Antibiotics may be used in some cases of mitral stenosis. People who have had rheumatic fever may need long-term preventive treatment with an antibiotic such as penicillin.
In the past, most people with heart valve problems were given antibiotics before dental work or invasive procedures, such as colonoscopy. The antibiotics were given to prevent an infection of the damaged heart valve. However, antibiotics are now used much less often. Ask your doctor whether you need to use antibiotics.
Some people may need heart surgery or procedures to treat mitral stenosis. These include:
Children often need surgery to either repair or replace the mitral valve.
The outcome varies. The disorder may be mild, without symptoms, or may be more severe and become disabling over time. Complications may be severe or life threatening. In most cases, mitral stenosis can be controlled with treatment and improved with valvuloplasty or surgery.
Complications may include:
Contact your provider if:
Follow your provider's recommendations for treating conditions that can cause valve disease. Treat strep infections promptly to prevent rheumatic fever. Tell your provider if you have a family history of congenital heart diseases.
Other than treating strep infections, mitral stenosis itself often cannot be prevented, but complications from the condition can be prevented. Tell your provider about your heart valve disease before you receive any medical treatment. Discuss whether you need preventive antibiotics.
Carabello BA. Valvular heart disease. In: Goldman L, Schafer AI, eds. Goldman-Cecil Medicine. 26th ed. Philadelphia, PA: Elsevier; 2020:chap 66.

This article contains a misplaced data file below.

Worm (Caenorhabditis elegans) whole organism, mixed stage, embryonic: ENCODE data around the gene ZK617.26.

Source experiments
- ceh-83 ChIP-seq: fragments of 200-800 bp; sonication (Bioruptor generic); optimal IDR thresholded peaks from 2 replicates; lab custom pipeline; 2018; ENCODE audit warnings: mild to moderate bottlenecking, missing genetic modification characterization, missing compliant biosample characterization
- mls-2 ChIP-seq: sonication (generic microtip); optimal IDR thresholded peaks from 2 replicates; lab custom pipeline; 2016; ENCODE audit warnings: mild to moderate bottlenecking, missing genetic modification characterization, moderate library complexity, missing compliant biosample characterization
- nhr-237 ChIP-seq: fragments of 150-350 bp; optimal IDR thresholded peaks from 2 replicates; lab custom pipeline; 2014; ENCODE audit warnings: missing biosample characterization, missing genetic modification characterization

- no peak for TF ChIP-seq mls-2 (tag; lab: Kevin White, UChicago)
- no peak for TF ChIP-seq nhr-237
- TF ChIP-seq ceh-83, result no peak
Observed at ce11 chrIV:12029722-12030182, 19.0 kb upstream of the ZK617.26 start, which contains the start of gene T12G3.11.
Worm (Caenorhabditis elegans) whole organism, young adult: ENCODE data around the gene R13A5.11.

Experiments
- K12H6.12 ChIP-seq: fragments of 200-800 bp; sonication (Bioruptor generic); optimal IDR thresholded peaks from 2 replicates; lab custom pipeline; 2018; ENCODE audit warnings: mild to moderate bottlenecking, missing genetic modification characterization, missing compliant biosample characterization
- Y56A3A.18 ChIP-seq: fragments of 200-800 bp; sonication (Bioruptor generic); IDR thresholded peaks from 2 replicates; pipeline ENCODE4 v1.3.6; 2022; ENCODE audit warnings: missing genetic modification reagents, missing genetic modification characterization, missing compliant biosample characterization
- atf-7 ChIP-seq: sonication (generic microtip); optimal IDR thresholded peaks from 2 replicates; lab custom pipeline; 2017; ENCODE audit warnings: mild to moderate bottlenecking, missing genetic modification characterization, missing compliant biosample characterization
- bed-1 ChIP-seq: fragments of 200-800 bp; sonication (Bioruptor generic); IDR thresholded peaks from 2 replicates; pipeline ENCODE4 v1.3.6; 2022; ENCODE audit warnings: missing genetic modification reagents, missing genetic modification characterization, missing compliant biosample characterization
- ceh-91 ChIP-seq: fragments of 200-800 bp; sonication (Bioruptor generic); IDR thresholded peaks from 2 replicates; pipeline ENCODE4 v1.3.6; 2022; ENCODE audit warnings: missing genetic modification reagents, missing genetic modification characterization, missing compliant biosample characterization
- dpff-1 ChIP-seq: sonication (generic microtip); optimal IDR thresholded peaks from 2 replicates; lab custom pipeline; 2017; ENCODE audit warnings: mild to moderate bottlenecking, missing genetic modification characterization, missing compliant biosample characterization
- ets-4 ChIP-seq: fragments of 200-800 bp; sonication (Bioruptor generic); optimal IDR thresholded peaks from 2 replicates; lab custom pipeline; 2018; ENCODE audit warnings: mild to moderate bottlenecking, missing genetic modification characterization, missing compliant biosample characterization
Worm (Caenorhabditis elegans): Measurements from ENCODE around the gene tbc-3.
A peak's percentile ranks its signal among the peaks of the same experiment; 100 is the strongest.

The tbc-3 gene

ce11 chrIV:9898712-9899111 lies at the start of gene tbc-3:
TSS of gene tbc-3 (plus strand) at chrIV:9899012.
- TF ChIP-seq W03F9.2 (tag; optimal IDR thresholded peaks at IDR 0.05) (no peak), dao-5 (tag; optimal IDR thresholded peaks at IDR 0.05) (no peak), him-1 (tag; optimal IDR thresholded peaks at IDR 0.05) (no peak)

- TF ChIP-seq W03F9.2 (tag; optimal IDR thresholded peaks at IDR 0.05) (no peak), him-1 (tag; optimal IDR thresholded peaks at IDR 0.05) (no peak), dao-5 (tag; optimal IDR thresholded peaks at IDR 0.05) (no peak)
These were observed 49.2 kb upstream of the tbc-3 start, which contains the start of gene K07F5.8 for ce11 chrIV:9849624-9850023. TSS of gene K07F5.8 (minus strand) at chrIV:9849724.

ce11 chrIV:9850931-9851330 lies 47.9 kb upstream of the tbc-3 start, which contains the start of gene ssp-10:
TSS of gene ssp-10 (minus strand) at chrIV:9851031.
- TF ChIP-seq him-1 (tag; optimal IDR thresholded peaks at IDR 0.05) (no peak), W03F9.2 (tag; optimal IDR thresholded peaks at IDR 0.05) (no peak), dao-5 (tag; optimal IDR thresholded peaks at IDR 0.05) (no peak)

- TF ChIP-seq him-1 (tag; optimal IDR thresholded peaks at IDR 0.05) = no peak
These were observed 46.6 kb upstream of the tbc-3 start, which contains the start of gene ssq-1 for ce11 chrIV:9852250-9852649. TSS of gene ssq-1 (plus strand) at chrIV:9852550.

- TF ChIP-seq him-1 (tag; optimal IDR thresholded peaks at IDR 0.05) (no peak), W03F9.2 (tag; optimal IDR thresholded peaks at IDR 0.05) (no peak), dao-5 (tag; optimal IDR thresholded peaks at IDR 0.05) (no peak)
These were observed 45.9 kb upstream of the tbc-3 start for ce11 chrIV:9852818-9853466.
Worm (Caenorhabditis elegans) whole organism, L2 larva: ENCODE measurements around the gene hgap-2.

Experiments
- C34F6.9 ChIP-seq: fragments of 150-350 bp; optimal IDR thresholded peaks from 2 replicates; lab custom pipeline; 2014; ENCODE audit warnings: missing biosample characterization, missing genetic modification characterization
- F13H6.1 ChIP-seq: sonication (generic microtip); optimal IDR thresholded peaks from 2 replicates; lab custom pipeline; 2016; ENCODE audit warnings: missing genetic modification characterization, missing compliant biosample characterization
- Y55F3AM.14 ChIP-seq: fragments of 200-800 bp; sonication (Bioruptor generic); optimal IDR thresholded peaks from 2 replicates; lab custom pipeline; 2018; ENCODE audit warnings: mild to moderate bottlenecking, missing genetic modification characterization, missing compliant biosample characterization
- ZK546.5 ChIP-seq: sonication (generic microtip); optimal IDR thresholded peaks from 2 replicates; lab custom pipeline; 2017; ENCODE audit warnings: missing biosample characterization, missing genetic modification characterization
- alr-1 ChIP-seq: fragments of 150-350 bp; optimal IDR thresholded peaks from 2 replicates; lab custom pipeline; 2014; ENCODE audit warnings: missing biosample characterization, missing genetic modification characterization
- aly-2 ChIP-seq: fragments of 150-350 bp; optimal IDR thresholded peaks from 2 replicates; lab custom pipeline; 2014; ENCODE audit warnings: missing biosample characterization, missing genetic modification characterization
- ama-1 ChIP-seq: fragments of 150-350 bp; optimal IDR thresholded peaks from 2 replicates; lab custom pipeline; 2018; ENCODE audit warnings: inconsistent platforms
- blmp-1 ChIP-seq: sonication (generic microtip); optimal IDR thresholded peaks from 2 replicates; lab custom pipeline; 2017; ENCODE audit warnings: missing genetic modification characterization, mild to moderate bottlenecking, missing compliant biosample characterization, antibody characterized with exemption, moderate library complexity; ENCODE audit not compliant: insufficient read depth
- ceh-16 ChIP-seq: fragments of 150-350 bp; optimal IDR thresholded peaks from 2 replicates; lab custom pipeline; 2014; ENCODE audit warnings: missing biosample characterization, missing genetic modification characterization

Chandrashekhar YS. Mitral Stenosis. In: Libby P, Bonow RO, Mann DL, Tomaselli GF, Bhatt DL, Solomon SD, eds. Braunwald's Heart Disease: A Textbook of Cardiovascular Medicine. 12th ed. Philadelphia, PA: Elsevier; 2022:chap 75.
Wilson W, Taubert KA, Gewitz M, et al. Prevention of infective endocarditis: guidelines from the American Heart Association: a guideline from the American Heart Association Rheumatic Fever, Endocarditis, and Kawasaki Disease Committee, Council on Cardiovascular Disease in the Young, and the Council on Clinical Cardiology, Council on Cardiovascular Surgery and Anesthesia, and the Quality of Care and Outcomes Research Interdisciplinary Working Group. Circulation. 2007;116(15):1736-1754. PMID: 17446442 pubmed.ncbi.nlm.nih.gov/17446442/.
Writing Committee Members, Otto CM, Nishimura RA, Bonow RO, et al. 2020 ACC/AHA guideline for the management of patients with valvular heart disease: A report of the American College of Cardiology/American Heart Association Joint Committee on Clinical Practice Guidelines. J Thorac Cardiovasc Surg. 2021;162(2):e183-e353. PMID: 33972115 pubmed.ncbi.nlm.nih.gov/33972115/.BACK TO TOP
Review Date: 1/9/2022
Reviewed By: Michael A. Chen, MD, PhD, Associate Professor of Medicine, Division of Cardiology, Harborview Medical Center, University of Washington Medical School, Seattle, WA. Also reviewed by David Zieve, MD, MHA, Medical Director, Brenda Conaway, Editorial Director, and the A.D.A.M. Editorial team.